Traumatic Brain Injury

Traumatic brain injury or TBI is the result of external mechanical force acting upon the brain, such as a severe blow or hit. Based on severity, TBI is graded as mild, moderate, or severe. Grades depend on one’s level of consciousness according to the Glasgow Coma Scale (GCS). While mild cases may lead to brief alterations in mental status, severe cases may lead to permanent disability or death.

Epidemiology and Leading Causes

Each year about 52,000 deaths and 275,000 hospitalizations result from traumatic brain injury according to the Centers for Disease Control or CDC. Falls account for 35% of all TBI-related emergency visits. Blunt force trauma (16.5%) and motor vehicle accidents (17%) represent the second and third leading causes respectively.  Motor vehicle traffic injuries account for the most TBI related deaths.

Signs and Symptoms of TBI

Signs and symptoms of TBI range in severity and may be segmented into four distinct categories:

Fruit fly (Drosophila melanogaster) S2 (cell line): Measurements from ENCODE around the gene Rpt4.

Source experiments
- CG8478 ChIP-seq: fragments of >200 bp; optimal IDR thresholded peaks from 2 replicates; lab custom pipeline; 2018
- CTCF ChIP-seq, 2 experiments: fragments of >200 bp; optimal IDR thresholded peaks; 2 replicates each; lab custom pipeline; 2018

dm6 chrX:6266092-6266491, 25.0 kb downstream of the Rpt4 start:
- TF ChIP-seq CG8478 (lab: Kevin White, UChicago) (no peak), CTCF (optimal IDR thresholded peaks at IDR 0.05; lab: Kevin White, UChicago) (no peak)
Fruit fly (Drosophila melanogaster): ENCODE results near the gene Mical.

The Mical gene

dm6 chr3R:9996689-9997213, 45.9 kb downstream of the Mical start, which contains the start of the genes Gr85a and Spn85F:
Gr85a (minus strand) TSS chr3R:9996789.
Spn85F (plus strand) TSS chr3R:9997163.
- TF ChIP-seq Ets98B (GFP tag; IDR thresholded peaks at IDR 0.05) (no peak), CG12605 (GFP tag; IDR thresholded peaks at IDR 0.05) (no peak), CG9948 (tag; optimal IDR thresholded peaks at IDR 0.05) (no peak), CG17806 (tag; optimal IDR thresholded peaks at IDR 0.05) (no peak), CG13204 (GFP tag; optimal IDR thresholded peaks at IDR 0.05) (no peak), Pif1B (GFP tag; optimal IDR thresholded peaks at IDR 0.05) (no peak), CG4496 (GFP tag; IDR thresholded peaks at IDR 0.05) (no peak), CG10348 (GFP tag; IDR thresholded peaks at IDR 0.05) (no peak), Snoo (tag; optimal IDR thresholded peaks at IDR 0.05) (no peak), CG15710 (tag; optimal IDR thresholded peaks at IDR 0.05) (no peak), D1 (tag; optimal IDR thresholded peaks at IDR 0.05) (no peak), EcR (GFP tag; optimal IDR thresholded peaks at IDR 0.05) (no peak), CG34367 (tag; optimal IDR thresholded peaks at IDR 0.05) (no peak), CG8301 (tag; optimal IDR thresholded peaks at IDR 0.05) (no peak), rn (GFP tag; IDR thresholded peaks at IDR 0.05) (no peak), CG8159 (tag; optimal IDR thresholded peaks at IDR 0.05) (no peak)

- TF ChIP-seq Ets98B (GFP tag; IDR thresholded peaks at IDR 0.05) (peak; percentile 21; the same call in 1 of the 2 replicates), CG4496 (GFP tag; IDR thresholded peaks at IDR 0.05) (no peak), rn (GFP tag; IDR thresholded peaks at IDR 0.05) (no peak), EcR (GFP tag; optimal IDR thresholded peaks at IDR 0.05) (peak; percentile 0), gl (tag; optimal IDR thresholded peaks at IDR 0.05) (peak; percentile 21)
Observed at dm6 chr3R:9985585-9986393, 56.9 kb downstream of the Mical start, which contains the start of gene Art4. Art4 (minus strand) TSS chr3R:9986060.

• Memory-Related Symptoms
    • Difficulty/Delays with memory recall
    • Difficulty/Delays with directed attention
    • Difficulty/Delays interpreting new information
  • Physical Symptoms
    • Headache
    • Blurry/Impaired Vision
    • Lightheadedness/Dizziness
    • Nausea & Vomiting
    • Sensitivity to Light
    • Difficulty with balance
    • Fatigue
  • Emotional Symptoms
    • Emotional Instability/Mood Swings
    • Irritability
    • Sadness
    • Anxiousness
  • Sleep-Related Signs
    • Trouble falling asleep
    • Sleeping more than usual
    • Sleeping less than usual

Recovery and Treatment At NYU Winthrop University Hospital

While its effects may be serious, early identification and treatment of severe traumatic brain injury can lead to major improvements in patient outcome. Advances in imaging, critical care practices, and trauma systems have led to drastic decreases in TBI-related mortality over the last 25 years.

Our trauma center features the latest diagnostic technology, including the newest generation multi-slice CT scanner, magnetic resonance imaging (MRI), magnetic resonance angiography, and two fully equipped interventional radiology suites. These devices allow for swift diagnosis of life-threatening conditions and qualify Winthrop as a Level I Regional Trauma Center.

Our fully equipped operating suites and round-the-clock staffing means that any patient requiring emergency neurosurgery receives expert, immediate attention. Each year, countless lives are saved thanks to the quick response of professionals in the Institute for Neurosciences.

Our Team

Lee Tessler, M.D., F.A.A.N.S., F.A.C.S. 

Chief, Division of Neurosurgery